Gorgeous, Fiery Words and Skillful, Clever Use of Poetic Devices Equal Only to Each Other: A Review of Jillian Christmas’s Poetry Collection THE GOSPEL OF BREAKING

There were many times when I gasped out loud and just sat in awe as I was reading Jillian Christmas’s debut poetry collection The Gospel of Breaking. The poems are alternately sad, sexy, funny, and angry; I found myself—very willingly—riding a vicarious emotional roller coaster alongside them. Christmas’s inventive lyricism and images went straight to my heart and gut, sometimes at the same time. Such as lines like: “how will we know it [what is a body] / unless we go searching through the roughness of being alive.”

Many of the poems very much feel like their roots are in slam poetry with a careful attention to sound. They also shine on the page. Like when Christmas plays with the alliteration of the “d” sound when she writes: “What dainty fish-hooks have danced in your heart / dangling the whimpering shadow of which sadness.”  In “Monday Morning Made Delicious,” Christmas employs delightfully unexpected mid stanza rhymes and near homonyms, telling us

I captured every teary smile like tonic for new worries

tomorrow will surely bring    perhaps that is a surly thing to say

perhaps this is distastefully fictitious    but day is beating down my door

tossing threats across my floor and calling you ‘delicious’


I am tired      this much is true   and sleep   she is a fair-weather friend

and black sky blusters into blue and my thoughts go on and on

without an end   and sun is rising like flare through a fog and everything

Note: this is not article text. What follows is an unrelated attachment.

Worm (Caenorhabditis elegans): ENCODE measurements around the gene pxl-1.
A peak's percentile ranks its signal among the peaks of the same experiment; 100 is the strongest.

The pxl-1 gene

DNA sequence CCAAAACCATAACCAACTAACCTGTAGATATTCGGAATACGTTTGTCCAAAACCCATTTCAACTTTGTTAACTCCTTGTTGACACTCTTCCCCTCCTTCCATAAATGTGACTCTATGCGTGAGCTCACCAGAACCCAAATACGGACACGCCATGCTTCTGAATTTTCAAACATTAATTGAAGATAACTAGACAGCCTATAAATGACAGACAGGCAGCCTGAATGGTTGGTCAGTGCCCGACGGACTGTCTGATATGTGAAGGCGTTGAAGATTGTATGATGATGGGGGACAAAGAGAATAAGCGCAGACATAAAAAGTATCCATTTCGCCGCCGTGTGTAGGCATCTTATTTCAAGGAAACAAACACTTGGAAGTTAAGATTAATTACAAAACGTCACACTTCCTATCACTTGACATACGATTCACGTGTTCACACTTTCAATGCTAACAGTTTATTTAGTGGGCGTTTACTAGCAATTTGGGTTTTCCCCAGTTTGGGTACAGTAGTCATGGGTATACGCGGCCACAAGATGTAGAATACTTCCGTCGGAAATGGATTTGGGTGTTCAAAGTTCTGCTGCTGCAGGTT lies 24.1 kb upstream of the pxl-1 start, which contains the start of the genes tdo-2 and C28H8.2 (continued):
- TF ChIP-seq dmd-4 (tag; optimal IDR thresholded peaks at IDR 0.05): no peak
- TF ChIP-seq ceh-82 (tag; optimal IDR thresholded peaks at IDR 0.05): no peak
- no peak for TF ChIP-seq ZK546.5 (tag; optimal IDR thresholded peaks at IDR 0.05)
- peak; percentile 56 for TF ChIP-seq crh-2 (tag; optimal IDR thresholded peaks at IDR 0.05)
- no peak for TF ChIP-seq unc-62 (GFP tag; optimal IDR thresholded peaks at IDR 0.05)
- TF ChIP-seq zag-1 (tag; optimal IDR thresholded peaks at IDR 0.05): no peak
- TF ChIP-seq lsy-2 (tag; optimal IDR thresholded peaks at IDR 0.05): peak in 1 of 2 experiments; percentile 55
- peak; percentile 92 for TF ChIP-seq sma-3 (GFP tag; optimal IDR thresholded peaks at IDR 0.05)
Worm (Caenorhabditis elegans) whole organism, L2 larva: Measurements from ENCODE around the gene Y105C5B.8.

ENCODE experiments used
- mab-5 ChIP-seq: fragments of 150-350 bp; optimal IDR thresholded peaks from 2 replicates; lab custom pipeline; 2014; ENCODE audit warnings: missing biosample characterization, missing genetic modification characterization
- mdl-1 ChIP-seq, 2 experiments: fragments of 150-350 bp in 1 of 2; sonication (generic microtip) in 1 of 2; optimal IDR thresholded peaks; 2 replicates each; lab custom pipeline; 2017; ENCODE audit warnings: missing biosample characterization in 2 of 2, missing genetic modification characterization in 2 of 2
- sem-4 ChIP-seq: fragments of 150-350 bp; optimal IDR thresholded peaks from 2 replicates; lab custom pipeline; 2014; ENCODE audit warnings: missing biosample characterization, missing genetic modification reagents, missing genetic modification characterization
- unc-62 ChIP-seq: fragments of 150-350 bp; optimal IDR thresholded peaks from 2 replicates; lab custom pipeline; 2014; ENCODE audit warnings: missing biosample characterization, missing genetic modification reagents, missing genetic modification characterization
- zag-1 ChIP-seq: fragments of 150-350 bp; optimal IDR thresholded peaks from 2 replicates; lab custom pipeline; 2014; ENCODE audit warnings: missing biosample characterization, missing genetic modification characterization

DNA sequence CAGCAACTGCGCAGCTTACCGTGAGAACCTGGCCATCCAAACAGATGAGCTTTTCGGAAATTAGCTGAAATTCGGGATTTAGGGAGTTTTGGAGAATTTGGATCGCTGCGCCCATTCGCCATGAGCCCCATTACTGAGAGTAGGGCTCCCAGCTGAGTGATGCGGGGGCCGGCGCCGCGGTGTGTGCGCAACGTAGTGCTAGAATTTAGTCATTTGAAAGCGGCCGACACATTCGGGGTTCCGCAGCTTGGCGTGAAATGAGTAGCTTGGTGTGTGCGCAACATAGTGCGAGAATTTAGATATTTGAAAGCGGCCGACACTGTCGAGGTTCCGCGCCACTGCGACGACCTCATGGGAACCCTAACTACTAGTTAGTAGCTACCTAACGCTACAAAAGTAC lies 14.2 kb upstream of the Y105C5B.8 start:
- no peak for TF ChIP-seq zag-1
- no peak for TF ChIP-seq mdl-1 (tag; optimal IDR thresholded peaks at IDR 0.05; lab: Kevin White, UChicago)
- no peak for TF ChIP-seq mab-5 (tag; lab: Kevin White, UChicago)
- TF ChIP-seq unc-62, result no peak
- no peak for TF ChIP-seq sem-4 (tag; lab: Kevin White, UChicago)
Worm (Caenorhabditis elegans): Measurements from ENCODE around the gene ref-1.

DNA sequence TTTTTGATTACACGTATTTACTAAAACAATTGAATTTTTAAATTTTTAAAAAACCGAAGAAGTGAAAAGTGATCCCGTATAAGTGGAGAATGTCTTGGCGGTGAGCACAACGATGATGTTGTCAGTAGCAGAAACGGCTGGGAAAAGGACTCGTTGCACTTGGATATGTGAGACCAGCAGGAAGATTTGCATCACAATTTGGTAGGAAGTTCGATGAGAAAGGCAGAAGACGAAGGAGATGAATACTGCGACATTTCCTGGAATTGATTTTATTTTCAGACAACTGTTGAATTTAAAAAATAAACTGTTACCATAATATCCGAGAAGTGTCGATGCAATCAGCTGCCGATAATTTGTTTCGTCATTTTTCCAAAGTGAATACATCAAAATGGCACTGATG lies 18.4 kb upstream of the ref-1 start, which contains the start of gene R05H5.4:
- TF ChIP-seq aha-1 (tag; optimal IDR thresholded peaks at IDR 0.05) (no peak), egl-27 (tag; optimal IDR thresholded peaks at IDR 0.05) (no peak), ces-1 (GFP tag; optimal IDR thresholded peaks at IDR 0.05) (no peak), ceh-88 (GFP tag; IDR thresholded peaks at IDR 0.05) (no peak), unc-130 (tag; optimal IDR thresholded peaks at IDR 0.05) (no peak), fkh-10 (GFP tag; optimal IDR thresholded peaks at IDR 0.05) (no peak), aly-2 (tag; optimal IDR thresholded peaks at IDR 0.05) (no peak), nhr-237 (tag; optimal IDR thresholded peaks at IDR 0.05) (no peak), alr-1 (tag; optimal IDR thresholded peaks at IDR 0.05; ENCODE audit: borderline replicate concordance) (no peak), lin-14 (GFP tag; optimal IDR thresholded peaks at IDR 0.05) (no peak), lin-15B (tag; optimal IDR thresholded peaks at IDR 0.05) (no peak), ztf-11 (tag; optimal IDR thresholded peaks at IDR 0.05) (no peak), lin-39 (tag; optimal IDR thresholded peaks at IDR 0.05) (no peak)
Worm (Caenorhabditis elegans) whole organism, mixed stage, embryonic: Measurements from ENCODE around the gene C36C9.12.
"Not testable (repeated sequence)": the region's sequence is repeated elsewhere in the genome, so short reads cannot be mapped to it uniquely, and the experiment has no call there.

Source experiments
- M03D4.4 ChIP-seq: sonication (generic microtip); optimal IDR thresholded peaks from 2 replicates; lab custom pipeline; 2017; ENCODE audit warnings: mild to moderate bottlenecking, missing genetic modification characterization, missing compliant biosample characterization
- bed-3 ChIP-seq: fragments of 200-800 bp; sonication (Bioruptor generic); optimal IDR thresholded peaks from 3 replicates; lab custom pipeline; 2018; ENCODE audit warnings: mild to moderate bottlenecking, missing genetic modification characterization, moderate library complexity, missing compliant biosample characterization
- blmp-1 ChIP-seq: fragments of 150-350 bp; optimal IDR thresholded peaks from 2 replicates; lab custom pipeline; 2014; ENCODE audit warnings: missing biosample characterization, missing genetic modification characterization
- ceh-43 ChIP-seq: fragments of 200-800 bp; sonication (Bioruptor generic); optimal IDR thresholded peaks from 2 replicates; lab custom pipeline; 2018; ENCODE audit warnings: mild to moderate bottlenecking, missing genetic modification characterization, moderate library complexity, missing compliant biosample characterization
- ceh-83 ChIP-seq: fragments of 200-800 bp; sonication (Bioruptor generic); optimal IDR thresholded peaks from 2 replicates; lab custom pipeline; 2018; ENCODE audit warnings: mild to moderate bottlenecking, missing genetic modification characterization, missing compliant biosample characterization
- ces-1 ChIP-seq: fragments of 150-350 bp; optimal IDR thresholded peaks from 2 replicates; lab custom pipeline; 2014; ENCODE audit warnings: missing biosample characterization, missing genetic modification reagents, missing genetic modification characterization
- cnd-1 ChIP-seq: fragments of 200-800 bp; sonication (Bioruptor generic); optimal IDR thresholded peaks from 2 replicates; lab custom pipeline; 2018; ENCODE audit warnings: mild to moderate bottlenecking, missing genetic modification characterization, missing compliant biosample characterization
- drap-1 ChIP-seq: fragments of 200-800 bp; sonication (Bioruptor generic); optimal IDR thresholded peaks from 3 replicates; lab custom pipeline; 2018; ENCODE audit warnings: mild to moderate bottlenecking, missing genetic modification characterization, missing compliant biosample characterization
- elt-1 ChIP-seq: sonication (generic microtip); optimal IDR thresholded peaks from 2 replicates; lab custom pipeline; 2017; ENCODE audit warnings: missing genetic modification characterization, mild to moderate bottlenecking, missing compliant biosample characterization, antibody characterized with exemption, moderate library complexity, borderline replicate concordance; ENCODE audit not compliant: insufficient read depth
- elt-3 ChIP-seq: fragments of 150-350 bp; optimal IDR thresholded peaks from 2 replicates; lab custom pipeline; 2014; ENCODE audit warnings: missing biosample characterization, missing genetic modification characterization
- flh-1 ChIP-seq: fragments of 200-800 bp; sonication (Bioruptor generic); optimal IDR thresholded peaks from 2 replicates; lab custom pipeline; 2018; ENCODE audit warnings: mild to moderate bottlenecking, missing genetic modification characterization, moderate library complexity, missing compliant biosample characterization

is quiet and everything is hard and you are lovely   and soon I will be too


and good morning   I made this for you

In addition to experimentation with image and sound, Christmas also plays with form on the page. In “Casting,” the structure of the poem is a never ending circle. Writing in two long stanzas, one aligned left and the other aligned right, Christmas constructs two poems within a poem that each begin and end with the first line of the other. Each stanza then continues to repeat the same lines as the other stanz, in reverse order. It’s one of those poems whose first reading experience is very different from subsequent ones, as you admire the craft of explicitly creating diverse meanings with the same lines by placing them in different contexts. WOW.

In the collection’s titular poem, “The Gospel of Breaking,” Christmas addresses being “birthed in a church too comfortable / with a God who would make closets into coffins.” But she doesn’t reject god; rather, she remakes her beliefs into a “religion of lost souls” where she can see god

in every busted lip

and back room hand-job

my god    who has been so quiet

this must be your work

as baffling as all of your

other mercies

In addition to reclaiming spirituality as a queer person, Christmas writes about the pain of living in a racist, sexist, homophobic world:

this world wants to scrape the bottom of me

wants to line its garbage cans

with the things that I call                           holy

Addressing what she might have time and energy for if she didn’t have to carry the burden of these oppressions every day, she mentions “poems about black joy” and “an herb garden / worthy of attention.” Instead, she guards against:

this world [that] tears strips clean off me

complains about the toughness of the meat

the wild flare of my nostrils

circles a crooked tooth in the photographs

asks why I look so mean